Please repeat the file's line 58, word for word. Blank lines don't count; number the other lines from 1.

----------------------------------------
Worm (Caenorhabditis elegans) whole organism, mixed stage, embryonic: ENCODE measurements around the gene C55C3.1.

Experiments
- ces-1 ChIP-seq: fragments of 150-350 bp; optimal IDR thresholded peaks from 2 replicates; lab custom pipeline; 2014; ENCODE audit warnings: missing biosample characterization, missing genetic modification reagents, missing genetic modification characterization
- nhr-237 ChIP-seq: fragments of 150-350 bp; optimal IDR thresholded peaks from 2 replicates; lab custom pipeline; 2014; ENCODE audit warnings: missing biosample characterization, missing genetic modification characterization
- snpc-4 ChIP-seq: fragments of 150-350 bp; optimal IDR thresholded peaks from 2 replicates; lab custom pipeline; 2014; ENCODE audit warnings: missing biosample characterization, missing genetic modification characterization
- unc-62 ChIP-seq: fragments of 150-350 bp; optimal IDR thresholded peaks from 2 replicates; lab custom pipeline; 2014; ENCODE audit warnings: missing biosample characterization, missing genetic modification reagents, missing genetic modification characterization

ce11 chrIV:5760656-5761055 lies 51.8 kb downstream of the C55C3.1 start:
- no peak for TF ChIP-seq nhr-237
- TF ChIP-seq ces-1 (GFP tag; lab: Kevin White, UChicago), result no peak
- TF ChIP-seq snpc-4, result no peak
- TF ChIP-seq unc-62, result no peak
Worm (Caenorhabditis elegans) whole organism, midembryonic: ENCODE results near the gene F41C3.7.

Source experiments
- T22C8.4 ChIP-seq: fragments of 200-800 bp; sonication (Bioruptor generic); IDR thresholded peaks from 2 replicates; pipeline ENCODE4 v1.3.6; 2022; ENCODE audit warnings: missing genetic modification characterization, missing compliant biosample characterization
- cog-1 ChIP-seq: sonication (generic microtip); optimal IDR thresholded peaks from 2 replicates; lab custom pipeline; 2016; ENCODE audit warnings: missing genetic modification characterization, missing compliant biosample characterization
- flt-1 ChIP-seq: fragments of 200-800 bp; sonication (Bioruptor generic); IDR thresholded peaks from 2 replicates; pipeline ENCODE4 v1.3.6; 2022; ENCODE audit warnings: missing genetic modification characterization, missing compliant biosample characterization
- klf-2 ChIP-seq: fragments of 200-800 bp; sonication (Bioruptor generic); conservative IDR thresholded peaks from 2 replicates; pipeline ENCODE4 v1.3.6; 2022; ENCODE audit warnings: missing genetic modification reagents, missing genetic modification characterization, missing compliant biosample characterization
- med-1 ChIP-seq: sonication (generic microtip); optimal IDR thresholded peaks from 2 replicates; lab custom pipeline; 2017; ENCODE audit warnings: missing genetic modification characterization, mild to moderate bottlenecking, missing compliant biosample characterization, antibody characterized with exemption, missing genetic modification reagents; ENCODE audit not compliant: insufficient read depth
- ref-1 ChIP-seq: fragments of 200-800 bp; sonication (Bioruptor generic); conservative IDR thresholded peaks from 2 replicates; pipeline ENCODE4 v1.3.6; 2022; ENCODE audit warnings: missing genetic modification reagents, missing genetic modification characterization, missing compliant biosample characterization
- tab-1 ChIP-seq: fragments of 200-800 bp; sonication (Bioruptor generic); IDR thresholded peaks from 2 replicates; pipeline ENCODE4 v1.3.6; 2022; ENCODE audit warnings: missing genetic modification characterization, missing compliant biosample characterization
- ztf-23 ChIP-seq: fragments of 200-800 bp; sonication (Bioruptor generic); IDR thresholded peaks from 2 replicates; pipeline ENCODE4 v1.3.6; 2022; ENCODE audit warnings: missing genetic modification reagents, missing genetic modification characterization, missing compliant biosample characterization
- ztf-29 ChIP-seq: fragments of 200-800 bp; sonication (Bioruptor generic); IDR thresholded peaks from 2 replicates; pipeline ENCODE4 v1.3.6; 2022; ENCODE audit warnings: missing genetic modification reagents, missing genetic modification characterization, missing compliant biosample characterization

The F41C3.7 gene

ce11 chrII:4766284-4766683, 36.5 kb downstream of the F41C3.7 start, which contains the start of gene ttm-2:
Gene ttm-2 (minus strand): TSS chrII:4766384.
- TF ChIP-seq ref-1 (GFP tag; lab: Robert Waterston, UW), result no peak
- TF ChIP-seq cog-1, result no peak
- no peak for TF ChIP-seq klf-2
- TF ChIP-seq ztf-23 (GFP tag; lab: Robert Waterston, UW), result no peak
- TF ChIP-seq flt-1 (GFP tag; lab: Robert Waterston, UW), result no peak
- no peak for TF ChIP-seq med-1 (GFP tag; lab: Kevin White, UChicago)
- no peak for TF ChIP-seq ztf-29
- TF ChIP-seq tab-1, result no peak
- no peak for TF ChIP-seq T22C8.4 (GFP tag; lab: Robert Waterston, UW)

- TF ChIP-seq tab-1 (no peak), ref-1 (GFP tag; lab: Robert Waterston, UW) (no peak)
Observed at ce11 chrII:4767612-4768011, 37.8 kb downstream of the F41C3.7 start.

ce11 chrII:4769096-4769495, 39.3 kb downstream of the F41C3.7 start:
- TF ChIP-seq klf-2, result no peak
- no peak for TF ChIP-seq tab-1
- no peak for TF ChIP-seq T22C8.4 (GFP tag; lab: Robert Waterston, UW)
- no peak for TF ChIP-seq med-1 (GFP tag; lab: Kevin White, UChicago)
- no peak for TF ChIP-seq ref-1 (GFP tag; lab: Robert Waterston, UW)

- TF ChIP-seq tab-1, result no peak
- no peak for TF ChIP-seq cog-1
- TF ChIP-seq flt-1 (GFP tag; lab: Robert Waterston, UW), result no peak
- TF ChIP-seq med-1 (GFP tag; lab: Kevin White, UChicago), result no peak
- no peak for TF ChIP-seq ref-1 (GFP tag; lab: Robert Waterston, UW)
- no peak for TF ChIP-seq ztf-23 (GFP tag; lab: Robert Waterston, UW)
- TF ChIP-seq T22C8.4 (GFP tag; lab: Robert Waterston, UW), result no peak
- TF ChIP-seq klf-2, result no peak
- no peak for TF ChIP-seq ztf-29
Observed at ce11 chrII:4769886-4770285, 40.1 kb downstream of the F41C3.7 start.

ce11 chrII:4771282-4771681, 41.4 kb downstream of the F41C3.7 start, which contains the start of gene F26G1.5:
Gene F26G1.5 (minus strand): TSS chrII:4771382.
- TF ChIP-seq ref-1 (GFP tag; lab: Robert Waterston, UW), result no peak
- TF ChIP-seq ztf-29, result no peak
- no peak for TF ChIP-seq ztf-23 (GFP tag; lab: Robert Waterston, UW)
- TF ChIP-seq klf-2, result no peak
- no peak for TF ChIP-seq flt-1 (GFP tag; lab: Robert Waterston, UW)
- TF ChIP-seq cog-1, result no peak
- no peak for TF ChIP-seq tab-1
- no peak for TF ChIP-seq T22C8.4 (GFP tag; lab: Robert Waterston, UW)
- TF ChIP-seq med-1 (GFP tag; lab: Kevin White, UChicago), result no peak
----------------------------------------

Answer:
- TF ChIP-seq klf-2, result no peak